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Making Your Business Attractive for Sale

Key Takeaways

  • Shoring up financials to show your business value today and potential for the future helps make a strong case to buyers.
  • Identify employees who are key to business success and incentivize them to stay through the transition.
  • Improving your business processes and investing in equipment or technology can help close a deal.

A good way to make your business appealing to buyers is to put yourself in the mindset of one. What attributes would you look for in a business you’d want to purchase? For most buyers, the answer to this question is a strong current situation and a solid foundation on which to build future success.

A record number of businesses were sold in 2017, according to BizBuySell. This represents a 31% increase from 2016, so now may be a good time to examine this option.

Use the steps below to implement strategies that may help your business appeal to buyers. Your financial, legal, and tax advisors will be important in the process, so be sure to involve them at key junctures.

Solid financial statements

The various financial documents that describe a company’s strengths and weaknesses are at the center of a strong business profile. Your financial and tax advisor can help you make these documents clear and representative of your business’s potential. Some key things potential buyers will be looking for include a healthy balance sheet, since it showcases company assets and liabilities. Your profit and loss statement (P&L) — also referred to as an income statement — paints a picture for a particular period of time by detailing revenues, costs, and expenses. People looking at your P&L will be evaluating your company’s current revenue, as well as what might be possible to raise revenue and reduce expenses in the future. A cash flow statement is also a metric of business health and potential, since cash flow keeps a company alive.

These financial documents are likely already created and updated regularly, but to prepare for a sale, modifications may be in order. Your financial advisor and tax accountant can guide you in how to modify these reports to make them easy to decipher for outsiders and to put your business in the best possible light.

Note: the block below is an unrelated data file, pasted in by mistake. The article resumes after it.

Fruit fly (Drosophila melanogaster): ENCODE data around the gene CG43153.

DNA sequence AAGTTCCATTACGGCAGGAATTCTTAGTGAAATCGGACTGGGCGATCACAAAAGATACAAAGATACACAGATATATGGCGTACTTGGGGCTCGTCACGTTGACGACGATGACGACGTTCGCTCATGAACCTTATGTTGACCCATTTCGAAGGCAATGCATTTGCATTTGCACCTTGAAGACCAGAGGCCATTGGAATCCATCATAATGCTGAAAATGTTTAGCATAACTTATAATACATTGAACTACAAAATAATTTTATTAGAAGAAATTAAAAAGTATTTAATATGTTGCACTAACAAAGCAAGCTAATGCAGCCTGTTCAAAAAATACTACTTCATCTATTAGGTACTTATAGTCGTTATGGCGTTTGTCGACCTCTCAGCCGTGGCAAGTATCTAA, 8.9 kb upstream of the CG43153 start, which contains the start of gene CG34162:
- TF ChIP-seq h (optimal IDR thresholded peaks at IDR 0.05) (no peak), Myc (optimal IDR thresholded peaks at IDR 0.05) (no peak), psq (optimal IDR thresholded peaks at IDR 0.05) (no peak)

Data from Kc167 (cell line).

Lock in key employees

Business success is built on the employees who help to run a company. A potential buyer will realize this and will want to know that employees who hold key information, help to ensure smooth operations, manage important client relationships, or otherwise impact success are going to be in place for some time to come. This is particularly important to a buyer at a time when an owner is stepping away.

Start by identifying the employees who are critical to company success, then, based on their priorities, look for ways to incentivize them to stay. Some employees have contracts, but others may be encouraged to stay by being given more independence and responsibility or by future earnings potential. Of course, selling a business to employees via an employee stock ownership plan (ESOP) is a possible path to find a buyer. Discuss this option with your advisors.

Streamline inefficient processes

Any buyer considering your company will also likely be assessing other businesses and opportunities for investment. With this in mind, shore up weaknesses in your company operations to make your business a competitive option. Steps you take to eliminate chokepoints, inefficiencies, and other weaknesses may also increase the price you can charge for your business.

For example, if your current shipping process is causing slowdowns, evaluate the steps of the process and consider revamping your approach. Likewise, if you have communications breakdowns within invoicing or collections, identify your weak points and use the insight to improve your system for faster collections. Any updates will help your business look more attractive operationally and financially.

Replace outdated equipment and technology

A buyer may shy away from a company with great potential for earning but even bigger needs for investment. A need for new machinery, delivery vehicles, refrigeration, software, and other items that can drive a business’s success may make a buyer think twice. For example, if adding another delivery van will help you increase the number of items you can drop off each day, consider making that investment to improve the way your company operates and demonstrate its potential.

Likewise, technology can help to improve efficiency and cut costs. For instance, automating the accounts receivable and accounts payable process can help improve cash flow and make this more efficient. Technology that lets everyone on your team view real-time inventory information can increase sales. With any potential purchase, discuss the investment with your tax or financial advisor. In some cases, a buyer may want to put his or her imprint on the business, and it may be best to hold off.

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